A BLAST OF CRAFT AND CHAOS – CHRISTOPHER NOLAN’S DUNKIRK

Dunkirk

Christopher Nolan’s cinema is emotional and spectacular. He is one of the finest craftsmen of visual storytelling we have ever seen. Dunkirk is no exception. It plays by these rules. It punctures the surface of the screen and soaks the audience in action. We drown amongst soldiers whose ship has just been torpedoed. We crouch amongst the thousands bombed along the shoreline. We run, we swim, and desperately bid for an escape. Our heart pulses at the speed of another infamous Hans Zimmer score. It’s complete immersion.

The film opens with a shot of soldiers walking through Dunkirk. It is eerily quiet. There is a sense of something familiar, the British uniforms and the colourfully decorated rows of snug french housing, leaves blowing over doorsteps. But the faces of these men do not reflect the habitat; they are deeply scarred emotionally and physically. The closer we get to them, the closer a presence of danger is felt. And then there is FIRE. It ricochets like crazy and within a matter of seconds, only a single man is left standing. This is the young-blooded hero played by Fionn Whitehead. He plays an innocent-looking solider, handsome, wholehearted, but whose world is defined by survival of the fittest, which includes the occasional interpersonal conflict with toxic men hellbent on staying alive, as well as the dodging of shells and masses of shipwrecked steel. The entire world is a vision of hell landing on earth. It reminds us that the second world war is never to be forgotten.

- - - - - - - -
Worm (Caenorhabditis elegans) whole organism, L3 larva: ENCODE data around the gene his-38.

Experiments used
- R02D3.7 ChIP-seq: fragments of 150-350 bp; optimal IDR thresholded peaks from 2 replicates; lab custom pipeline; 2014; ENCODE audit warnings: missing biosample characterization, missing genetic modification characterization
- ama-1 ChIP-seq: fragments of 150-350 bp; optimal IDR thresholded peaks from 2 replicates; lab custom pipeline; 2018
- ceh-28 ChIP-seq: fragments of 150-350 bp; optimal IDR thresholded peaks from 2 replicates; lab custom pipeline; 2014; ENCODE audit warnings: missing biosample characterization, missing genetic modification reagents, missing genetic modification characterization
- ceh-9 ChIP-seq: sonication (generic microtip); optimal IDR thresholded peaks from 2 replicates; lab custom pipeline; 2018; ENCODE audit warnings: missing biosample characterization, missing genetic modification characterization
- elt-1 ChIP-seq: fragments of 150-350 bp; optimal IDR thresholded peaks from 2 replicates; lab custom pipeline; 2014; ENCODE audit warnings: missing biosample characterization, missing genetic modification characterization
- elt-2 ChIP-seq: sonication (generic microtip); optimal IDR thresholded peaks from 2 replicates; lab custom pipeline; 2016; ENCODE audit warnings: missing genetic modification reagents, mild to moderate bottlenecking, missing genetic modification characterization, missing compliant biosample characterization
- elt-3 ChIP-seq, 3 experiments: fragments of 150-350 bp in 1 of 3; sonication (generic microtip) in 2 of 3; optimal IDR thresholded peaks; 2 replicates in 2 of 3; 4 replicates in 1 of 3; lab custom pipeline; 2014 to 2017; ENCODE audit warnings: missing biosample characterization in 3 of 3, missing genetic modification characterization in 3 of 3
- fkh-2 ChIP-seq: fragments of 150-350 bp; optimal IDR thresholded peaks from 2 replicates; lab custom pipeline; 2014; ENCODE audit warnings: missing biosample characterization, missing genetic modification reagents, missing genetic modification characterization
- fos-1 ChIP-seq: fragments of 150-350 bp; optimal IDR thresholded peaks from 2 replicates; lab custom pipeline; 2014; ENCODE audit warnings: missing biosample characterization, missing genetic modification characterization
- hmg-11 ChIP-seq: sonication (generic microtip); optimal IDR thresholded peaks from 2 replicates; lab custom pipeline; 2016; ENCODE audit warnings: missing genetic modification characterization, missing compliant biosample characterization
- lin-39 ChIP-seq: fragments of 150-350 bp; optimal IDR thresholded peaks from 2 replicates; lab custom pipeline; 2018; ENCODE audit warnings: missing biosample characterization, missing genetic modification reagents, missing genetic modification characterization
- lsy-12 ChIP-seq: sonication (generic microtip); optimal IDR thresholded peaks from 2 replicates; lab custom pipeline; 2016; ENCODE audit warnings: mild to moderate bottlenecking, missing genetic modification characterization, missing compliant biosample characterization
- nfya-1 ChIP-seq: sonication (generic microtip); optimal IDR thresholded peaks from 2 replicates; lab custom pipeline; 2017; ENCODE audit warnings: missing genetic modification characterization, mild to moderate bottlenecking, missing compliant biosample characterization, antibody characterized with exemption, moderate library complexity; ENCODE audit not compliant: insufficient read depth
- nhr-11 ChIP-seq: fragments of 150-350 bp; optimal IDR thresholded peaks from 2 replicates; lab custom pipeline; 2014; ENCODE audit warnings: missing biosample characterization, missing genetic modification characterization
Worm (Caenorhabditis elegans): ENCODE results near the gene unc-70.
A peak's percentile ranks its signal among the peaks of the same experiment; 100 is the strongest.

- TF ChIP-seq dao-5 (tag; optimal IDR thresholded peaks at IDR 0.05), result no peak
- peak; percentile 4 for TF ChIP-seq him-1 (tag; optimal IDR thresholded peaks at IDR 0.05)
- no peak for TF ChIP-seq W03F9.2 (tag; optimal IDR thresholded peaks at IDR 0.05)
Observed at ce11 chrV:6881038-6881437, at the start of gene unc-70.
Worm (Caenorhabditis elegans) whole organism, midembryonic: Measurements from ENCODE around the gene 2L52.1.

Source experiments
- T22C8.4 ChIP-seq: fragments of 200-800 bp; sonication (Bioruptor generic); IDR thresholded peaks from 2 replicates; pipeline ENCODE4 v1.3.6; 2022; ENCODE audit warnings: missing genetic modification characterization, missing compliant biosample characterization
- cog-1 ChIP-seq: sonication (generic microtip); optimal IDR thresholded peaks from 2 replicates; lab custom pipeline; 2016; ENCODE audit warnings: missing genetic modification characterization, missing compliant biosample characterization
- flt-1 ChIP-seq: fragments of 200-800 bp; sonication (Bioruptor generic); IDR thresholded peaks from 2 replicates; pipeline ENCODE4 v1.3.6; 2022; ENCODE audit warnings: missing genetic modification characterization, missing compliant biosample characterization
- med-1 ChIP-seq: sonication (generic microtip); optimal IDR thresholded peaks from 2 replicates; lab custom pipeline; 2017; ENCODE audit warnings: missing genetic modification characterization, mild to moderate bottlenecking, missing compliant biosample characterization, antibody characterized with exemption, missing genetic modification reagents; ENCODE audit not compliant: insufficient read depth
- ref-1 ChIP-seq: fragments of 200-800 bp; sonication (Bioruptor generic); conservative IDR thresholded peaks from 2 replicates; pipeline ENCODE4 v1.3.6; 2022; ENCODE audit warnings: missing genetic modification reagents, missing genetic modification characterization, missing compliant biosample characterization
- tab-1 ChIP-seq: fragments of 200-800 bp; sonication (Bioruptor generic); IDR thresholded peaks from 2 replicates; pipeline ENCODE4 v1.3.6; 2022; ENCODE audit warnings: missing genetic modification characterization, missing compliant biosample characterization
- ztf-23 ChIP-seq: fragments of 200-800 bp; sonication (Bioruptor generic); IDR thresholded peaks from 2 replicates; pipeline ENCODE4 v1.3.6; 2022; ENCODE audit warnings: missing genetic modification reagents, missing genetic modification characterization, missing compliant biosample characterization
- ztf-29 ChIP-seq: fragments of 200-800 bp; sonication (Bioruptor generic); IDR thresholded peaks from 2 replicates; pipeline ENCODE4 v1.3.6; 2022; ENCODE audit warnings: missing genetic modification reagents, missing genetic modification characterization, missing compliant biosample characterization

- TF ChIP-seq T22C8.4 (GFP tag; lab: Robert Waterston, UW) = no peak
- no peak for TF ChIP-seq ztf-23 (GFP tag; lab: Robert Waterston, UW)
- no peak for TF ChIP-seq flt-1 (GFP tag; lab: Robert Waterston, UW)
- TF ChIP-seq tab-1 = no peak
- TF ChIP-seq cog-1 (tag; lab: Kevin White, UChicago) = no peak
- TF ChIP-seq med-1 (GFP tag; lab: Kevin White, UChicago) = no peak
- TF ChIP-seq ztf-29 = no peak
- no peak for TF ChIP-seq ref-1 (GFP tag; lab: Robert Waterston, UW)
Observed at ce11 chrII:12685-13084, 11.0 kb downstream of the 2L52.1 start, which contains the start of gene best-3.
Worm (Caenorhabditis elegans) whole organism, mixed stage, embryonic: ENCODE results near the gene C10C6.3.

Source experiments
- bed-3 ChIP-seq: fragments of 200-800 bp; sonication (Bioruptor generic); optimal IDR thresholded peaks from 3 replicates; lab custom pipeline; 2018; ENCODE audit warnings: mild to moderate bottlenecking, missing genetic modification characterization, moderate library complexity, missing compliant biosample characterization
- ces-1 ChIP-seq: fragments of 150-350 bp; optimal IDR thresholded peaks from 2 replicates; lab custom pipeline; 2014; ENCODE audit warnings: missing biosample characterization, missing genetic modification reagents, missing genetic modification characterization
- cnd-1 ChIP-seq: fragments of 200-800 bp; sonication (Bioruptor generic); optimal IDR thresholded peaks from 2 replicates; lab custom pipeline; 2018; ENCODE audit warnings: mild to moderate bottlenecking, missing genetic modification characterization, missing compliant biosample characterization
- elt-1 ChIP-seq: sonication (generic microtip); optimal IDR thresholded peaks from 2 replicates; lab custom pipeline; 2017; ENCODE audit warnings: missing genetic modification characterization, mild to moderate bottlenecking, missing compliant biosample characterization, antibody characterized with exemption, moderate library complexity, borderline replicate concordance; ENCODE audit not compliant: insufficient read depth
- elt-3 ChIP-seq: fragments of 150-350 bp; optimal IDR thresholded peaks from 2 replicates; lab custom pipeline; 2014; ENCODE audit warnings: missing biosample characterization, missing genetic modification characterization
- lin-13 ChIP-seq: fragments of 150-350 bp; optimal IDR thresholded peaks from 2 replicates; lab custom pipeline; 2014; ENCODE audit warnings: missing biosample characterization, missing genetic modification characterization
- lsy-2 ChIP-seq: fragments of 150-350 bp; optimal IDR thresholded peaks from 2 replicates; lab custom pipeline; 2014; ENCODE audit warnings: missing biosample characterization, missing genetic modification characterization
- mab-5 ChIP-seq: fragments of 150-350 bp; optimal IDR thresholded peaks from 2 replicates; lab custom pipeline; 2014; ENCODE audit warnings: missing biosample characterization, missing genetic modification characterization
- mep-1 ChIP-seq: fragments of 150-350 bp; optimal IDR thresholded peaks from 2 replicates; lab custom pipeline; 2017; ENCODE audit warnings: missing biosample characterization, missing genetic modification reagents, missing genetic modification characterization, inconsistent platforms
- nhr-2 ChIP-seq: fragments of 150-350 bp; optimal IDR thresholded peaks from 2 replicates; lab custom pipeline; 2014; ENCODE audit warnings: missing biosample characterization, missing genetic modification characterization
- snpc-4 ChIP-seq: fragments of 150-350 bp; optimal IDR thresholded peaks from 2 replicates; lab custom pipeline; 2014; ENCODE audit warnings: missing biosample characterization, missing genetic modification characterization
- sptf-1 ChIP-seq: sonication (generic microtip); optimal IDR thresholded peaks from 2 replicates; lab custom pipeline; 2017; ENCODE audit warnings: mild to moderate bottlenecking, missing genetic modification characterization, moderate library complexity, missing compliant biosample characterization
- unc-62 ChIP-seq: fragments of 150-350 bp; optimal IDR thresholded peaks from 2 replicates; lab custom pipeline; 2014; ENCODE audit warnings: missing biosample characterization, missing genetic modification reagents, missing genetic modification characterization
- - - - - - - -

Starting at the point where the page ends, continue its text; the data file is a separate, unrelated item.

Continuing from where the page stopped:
After all is shot and edited, it is purely a cinematic interpretation of events. There’s no intricate plot for the clever-minded historian to applaud. It is all action at Dunkirk. It has to be. There’s no time left for strategising or playing games. You either cross the channel or you die. A crisis that some may feel is ashamedly prescient of today. But Nolan never gives you space to think or shed a tear. Every sequence is impeccably timed and the sound so commanding that it creates an almost 4D viewing experience. He catches every nerve ending and leaves us drunk at the closing.

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